From a piece they wrote on Wesleying, Christian Hosam and Maurice Hill write,

Black History Month, as it stands on campus, is a performative activity.

And while the purpose of their writing doesn’t address exactly what I’m saying here, that point they made should resonate, as the word choice in that sentence speaks volumes. And for me, you could replace “Black History Month” to apply this idea to our LNY Celebration as well.

It’s a performance activity, a showcase. It’s a display on the stage condensing our cultural experiences and cultural diversity into a series of performances that limit the imagination and threaten our identities.

But what, you say, what about culture shows being for the community that puts on the show themselves, for them to celebrate their own talent and culture? 

It doesn’t take a culture show to do that. I see the hesitation in calling the Lunar New Year event a “culture show,” although it is exactly that. We call it a “celebration” instead—this is precisely why on the promotional flyers I designed for the event, I called it a “culture show and dinner.” 

I don’t think it’s a celebration. 

I think culture shows are an intense disservice to the communities and groups putting them on. Hours, weeks, and sometimes months of planning and coordination are put into a two hour event, and still someone covering the LNY event has the audacity to write,

The disappointment of the night, however, was the food. I’m willing to bet that the prospect of food, especially good food, was why most people came. Despite a job well done by our student chefs on the first three classic Chinese dishes, the main course of the night was Chinese take out. Not that there’s something wrong with getting a caterer, but the event had falsely advertised “home-cooked food” to attract guests. I’m sure General Tso’s chicken deserves its popularity, but for the occassion, I’m not sure that’s the best we can do.

The first three dishes the author somewhat praised already took three program houses dedicating an inordinate amount of time to cook up. It’s not possible for us students to put on such a production because, after all, we are just that—we’re students.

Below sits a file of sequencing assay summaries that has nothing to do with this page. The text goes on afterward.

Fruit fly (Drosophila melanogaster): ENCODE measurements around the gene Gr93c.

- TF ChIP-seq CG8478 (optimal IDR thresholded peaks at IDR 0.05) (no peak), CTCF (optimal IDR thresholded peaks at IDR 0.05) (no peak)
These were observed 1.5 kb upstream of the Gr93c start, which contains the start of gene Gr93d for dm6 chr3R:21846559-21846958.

The anxiety and stress I experienced in anticipation for the LNY Celebration was ridiculous. A couple weeks before the event, I was even intent on getting away that weekend, to make up some excuse about needing to go see family in NYC or something and just hop on a train out of here. Students shouldn’t be experiencing such stress over these “teaching moments” to the wider community that doesn’t even show up. 

The same author criticizing the food writes,

An even more important progress is that the Asian community itself is opening up, integrating and accepting American culture gradually instead of rigidly following the ways things are done back home.

I don’t really know what ze means with this. On the surface, I understand, but I don’t see how with the LNY Celebration, our community is “opening up” to American culture. And what bothers me even more is that this “celebration” was not just a product of international students breaking the “ways things are done back home,” but a collection of students that include many Asian Americans that are just as invested and apart of both Chinese/Asian cultures and American culture. 

At the end of the day, I still am proud of what we were able to put on for Lunar New Year. I’m thankful for my fellow organizers who stepped up to get the ball rolling, as well as the performers that worked hard to put on an excellent performance. But I don’t think any of it is worth it. 

There is no need for me to teach my culture.

There is no need for me to squeeze my culture into a two hour time frame put on display. 

This post was published on Thursday the 13th of February in 2014  /  Permalink

Fresh Off The Boat: Not So Fresh

Just recently, ABC ordered a pilot for a new sitcom based on notable chef and restauranteur Eddie Huang’s memoir, Fresh Off The Boat. Part of me is super excited something like this is being picked up by a major network, but the other half of me is nervous and frankly, a bit scared. 

By the way, as I am just starting to write this, I’m already finding myself preparing and thinking of how to defend these thoughts to dissenters. That in and of itself makes me even more nervous.